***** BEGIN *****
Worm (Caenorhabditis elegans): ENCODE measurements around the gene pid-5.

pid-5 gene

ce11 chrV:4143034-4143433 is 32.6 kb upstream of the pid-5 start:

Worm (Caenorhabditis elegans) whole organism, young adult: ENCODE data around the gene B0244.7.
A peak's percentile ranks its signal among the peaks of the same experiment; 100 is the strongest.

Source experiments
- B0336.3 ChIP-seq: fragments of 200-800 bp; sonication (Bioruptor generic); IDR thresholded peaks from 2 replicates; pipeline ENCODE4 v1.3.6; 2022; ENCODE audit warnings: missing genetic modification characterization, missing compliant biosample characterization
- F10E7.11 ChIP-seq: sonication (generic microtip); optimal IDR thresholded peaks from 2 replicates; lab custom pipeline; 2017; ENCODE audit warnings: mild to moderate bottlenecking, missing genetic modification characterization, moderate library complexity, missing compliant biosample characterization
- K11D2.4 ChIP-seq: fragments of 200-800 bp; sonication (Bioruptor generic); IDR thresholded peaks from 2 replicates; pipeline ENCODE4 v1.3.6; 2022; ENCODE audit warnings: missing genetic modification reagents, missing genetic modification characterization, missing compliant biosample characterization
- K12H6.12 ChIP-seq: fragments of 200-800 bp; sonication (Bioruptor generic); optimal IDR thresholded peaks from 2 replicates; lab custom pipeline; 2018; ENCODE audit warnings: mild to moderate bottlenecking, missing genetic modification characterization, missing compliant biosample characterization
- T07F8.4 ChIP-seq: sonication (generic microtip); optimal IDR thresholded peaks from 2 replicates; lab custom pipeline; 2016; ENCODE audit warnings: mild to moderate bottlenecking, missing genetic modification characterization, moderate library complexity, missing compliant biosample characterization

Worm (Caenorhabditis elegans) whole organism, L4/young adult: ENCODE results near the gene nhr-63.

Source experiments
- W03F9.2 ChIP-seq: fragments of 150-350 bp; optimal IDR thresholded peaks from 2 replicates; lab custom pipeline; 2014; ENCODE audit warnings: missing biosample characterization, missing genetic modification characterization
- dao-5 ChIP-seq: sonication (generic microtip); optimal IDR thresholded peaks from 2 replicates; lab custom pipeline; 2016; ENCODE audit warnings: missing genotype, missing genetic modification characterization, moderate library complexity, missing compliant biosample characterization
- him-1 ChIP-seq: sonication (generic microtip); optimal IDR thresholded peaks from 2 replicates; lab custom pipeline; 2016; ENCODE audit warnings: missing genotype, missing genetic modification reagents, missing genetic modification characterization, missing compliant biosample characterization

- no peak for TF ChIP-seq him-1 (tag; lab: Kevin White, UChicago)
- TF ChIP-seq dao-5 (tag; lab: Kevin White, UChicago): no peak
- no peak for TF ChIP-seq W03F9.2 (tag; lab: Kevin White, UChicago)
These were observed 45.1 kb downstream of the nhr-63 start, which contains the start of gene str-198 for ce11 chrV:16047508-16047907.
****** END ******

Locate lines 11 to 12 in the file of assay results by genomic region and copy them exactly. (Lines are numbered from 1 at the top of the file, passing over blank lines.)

- T07F8.4 ChIP-seq: sonication (generic microtip); optimal IDR thresholded peaks from 2 replicates; lab custom pipeline; 2016; ENCODE audit warnings: mild to moderate bottlenecking, missing genetic modification characterization, moderate library complexity, missing compliant biosample characterization

Worm (Caenorhabditis elegans) whole organism, L4/young adult: ENCODE results near the gene nhr-63.